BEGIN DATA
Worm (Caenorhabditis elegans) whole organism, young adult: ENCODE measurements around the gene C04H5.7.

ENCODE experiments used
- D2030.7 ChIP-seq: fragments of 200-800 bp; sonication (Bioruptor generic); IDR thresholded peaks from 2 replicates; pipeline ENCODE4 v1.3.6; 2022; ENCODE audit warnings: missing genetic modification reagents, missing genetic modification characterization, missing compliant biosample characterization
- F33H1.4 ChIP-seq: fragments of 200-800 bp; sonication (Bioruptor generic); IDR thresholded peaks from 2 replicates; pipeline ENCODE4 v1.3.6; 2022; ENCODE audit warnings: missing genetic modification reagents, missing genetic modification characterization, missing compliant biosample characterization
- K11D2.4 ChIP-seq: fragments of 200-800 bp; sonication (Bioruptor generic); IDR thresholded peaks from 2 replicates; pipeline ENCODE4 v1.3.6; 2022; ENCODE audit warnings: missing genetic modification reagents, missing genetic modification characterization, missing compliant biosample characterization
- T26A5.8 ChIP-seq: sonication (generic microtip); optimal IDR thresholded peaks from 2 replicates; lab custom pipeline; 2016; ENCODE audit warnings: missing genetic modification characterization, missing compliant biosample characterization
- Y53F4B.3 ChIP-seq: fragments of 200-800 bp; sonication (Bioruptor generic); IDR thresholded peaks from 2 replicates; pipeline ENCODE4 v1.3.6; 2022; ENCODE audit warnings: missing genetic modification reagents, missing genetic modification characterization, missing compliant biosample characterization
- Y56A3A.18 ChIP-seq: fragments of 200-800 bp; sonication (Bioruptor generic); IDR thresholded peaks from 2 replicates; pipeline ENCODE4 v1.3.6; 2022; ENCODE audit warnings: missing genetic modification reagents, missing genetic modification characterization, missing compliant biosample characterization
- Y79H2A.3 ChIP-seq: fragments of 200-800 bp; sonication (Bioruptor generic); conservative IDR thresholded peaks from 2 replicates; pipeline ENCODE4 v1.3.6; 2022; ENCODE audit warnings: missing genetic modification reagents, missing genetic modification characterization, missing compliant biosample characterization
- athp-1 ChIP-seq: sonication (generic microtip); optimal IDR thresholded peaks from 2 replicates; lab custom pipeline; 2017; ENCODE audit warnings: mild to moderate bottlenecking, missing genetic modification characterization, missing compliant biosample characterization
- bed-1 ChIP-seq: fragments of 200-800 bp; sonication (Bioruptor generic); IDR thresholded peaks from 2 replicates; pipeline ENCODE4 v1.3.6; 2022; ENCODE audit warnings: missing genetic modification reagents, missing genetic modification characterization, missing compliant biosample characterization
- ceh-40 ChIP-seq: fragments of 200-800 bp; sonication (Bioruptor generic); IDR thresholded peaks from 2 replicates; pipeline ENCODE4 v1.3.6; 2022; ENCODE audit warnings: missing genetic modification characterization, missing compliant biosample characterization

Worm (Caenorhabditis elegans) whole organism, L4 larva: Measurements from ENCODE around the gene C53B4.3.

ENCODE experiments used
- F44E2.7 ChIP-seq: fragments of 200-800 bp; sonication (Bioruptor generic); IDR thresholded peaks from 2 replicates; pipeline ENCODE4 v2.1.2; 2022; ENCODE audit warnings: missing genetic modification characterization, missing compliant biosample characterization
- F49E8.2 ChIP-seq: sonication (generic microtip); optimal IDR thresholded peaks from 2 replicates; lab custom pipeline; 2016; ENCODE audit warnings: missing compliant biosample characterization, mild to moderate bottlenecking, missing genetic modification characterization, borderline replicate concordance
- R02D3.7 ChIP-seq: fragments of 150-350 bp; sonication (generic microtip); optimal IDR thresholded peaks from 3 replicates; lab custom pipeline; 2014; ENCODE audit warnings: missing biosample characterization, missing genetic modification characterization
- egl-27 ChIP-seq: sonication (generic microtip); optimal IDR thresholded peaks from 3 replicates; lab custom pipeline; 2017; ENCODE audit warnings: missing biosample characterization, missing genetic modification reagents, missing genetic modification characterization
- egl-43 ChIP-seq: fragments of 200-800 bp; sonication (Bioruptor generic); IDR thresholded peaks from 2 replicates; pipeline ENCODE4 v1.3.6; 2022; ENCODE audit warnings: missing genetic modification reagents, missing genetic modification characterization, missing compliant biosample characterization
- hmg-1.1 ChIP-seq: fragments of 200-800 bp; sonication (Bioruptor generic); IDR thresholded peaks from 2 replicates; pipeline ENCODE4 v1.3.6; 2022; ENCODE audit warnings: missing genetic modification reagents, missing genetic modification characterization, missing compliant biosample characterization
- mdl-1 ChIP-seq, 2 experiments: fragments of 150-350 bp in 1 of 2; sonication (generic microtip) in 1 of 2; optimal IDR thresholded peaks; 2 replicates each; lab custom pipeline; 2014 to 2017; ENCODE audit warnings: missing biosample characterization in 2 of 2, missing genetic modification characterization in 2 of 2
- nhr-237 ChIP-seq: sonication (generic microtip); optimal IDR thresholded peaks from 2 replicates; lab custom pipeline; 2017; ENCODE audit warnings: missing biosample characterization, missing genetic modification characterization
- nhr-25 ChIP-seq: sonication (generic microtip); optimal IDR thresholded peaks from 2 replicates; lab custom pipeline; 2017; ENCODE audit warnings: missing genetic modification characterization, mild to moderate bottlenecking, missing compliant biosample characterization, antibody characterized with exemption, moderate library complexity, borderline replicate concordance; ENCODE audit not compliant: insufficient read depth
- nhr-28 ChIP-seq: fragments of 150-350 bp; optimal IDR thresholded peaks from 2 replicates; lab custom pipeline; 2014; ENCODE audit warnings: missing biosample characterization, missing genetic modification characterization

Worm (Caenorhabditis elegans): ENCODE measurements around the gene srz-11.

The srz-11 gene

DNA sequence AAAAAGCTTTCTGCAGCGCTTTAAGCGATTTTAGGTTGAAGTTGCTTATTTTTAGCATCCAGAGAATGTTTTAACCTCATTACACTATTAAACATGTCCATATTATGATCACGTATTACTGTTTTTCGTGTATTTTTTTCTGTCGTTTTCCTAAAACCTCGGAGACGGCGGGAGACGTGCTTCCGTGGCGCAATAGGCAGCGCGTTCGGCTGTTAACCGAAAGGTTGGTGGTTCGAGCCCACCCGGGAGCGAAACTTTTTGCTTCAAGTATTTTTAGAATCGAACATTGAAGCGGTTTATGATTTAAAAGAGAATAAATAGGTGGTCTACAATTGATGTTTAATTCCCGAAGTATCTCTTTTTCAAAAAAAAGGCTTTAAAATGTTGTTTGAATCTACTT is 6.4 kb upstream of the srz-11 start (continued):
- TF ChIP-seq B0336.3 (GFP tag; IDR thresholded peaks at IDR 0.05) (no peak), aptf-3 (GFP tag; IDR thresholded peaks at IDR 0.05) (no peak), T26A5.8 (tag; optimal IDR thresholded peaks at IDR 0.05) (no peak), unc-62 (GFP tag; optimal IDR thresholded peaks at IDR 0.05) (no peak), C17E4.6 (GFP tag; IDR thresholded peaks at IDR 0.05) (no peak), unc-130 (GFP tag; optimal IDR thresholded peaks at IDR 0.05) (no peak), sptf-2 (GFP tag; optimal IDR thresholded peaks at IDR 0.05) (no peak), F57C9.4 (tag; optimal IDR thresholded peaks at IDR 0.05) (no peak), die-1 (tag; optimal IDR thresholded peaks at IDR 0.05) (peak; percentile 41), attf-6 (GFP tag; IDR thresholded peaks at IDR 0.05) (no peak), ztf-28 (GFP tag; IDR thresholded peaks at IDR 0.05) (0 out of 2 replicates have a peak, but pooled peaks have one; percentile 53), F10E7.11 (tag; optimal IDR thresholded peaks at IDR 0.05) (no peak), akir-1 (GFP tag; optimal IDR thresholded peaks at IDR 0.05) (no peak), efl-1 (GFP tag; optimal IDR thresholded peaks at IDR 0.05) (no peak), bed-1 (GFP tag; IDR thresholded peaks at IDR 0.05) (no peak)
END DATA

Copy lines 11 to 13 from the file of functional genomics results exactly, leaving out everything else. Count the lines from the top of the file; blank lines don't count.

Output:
- bed-1 ChIP-seq: fragments of 200-800 bp; sonication (Bioruptor generic); IDR thresholded peaks from 2 replicates; pipeline ENCODE4 v1.3.6; 2022; ENCODE audit warnings: missing genetic modification reagents, missing genetic modification characterization, missing compliant biosample characterization
- ceh-40 ChIP-seq: fragments of 200-800 bp; sonication (Bioruptor generic); IDR thresholded peaks from 2 replicates; pipeline ENCODE4 v1.3.6; 2022; ENCODE audit warnings: missing genetic modification characterization, missing compliant biosample characterization

Worm (Caenorhabditis elegans) whole organism, L4 larva: Measurements from ENCODE around the gene C53B4.3.